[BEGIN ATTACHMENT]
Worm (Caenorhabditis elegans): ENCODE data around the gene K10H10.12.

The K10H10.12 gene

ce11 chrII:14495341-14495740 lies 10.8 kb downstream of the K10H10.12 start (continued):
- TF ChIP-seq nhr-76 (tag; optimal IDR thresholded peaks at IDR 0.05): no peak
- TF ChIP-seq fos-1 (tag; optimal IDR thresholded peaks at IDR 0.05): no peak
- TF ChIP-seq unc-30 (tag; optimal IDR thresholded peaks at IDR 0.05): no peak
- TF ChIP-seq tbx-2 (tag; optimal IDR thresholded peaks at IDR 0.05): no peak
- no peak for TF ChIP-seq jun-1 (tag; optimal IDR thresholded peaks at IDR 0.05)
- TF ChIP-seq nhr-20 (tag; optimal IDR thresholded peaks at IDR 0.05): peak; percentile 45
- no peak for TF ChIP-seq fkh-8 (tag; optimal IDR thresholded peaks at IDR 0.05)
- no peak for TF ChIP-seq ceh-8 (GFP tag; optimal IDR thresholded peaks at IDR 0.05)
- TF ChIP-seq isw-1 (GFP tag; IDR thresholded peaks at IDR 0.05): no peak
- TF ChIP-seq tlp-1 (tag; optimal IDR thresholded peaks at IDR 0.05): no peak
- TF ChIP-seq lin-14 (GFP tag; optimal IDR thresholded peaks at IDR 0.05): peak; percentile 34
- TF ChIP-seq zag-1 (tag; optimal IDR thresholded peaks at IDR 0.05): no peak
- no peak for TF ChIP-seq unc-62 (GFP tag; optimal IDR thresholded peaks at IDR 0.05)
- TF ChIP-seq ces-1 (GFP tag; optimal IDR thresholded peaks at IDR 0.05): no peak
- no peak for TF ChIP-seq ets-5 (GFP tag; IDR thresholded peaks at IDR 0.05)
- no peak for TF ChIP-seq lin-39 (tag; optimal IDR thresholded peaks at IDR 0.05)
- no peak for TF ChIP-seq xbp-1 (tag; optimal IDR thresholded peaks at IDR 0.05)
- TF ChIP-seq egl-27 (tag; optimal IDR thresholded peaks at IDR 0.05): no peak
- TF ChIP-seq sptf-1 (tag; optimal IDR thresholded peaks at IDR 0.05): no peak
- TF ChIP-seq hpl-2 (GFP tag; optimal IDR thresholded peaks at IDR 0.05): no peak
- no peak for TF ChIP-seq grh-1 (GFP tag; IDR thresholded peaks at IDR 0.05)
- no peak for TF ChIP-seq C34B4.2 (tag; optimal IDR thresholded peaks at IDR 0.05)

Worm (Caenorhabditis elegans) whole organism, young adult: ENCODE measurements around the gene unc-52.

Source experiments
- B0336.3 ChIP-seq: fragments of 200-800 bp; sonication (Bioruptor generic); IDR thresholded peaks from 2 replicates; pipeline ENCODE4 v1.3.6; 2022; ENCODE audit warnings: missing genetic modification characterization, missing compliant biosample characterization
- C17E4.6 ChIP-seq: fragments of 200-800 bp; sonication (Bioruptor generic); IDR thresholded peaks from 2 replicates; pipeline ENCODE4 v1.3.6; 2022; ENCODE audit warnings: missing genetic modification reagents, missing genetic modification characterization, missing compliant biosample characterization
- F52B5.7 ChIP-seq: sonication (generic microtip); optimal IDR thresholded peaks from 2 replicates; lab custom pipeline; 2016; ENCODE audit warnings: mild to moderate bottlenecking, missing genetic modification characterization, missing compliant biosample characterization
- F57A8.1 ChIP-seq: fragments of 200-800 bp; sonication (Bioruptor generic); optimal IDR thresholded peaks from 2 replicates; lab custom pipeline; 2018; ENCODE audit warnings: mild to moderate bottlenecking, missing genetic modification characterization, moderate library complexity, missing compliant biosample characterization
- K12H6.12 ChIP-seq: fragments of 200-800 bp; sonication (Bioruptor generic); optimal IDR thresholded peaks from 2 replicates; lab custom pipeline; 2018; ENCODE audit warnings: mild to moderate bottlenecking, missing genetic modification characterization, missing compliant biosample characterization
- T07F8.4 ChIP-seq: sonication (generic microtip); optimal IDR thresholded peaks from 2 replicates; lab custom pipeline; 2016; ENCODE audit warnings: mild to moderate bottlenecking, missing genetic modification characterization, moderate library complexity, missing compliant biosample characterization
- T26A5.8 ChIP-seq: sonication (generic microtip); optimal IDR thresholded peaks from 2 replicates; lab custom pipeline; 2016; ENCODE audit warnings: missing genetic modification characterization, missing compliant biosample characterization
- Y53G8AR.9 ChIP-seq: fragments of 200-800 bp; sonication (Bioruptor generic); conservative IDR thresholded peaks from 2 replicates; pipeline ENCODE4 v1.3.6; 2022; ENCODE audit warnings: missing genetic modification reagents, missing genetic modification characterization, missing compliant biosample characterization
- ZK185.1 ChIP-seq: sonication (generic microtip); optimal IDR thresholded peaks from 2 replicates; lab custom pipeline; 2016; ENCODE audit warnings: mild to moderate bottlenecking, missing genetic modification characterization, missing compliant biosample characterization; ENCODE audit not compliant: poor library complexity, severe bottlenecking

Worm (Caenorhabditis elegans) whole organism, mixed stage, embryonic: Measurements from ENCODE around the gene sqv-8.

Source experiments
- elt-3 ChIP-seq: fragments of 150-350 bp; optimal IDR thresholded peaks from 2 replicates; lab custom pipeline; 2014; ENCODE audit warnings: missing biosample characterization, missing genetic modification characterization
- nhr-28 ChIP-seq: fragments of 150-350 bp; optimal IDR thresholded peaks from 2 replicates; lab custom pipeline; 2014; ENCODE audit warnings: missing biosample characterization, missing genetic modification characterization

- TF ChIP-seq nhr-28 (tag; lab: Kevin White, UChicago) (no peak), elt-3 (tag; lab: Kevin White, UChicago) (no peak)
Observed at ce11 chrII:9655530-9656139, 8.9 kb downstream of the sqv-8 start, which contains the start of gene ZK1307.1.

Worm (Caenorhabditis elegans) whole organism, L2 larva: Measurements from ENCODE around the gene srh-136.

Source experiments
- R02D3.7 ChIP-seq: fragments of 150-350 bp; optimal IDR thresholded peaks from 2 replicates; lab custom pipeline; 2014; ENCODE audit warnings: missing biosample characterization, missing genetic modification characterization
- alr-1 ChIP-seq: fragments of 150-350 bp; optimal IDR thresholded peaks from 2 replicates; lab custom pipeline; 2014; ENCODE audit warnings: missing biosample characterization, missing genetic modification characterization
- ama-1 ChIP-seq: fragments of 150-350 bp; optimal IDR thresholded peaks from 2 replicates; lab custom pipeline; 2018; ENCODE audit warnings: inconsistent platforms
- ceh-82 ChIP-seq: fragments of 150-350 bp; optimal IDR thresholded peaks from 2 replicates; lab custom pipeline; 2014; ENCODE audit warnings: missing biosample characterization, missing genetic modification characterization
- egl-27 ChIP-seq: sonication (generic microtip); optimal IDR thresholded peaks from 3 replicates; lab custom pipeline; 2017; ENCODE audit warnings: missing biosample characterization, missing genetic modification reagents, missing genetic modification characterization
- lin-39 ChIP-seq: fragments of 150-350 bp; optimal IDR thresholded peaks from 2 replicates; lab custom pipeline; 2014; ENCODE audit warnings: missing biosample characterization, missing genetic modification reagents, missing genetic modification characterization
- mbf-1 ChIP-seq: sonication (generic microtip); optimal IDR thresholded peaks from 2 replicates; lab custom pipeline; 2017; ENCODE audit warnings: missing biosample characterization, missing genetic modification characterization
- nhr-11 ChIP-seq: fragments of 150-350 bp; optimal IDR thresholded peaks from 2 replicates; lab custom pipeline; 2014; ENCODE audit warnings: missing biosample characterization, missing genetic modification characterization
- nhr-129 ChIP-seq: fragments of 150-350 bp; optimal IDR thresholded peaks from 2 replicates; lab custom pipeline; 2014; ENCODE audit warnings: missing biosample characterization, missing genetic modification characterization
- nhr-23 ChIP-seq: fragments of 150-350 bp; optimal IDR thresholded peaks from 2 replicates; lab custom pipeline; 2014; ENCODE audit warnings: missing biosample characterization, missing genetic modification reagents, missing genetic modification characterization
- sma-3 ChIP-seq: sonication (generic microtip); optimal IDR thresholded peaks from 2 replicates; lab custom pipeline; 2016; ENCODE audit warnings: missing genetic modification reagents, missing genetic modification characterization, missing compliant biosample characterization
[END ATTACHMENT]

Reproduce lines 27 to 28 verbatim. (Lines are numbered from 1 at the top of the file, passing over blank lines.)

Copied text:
Source experiments
- B0336.3 ChIP-seq: fragments of 200-800 bp; sonication (Bioruptor generic); IDR thresholded peaks from 2 replicates; pipeline ENCODE4 v1.3.6; 2022; ENCODE audit warnings: missing genetic modification characterization, missing compliant biosample characterization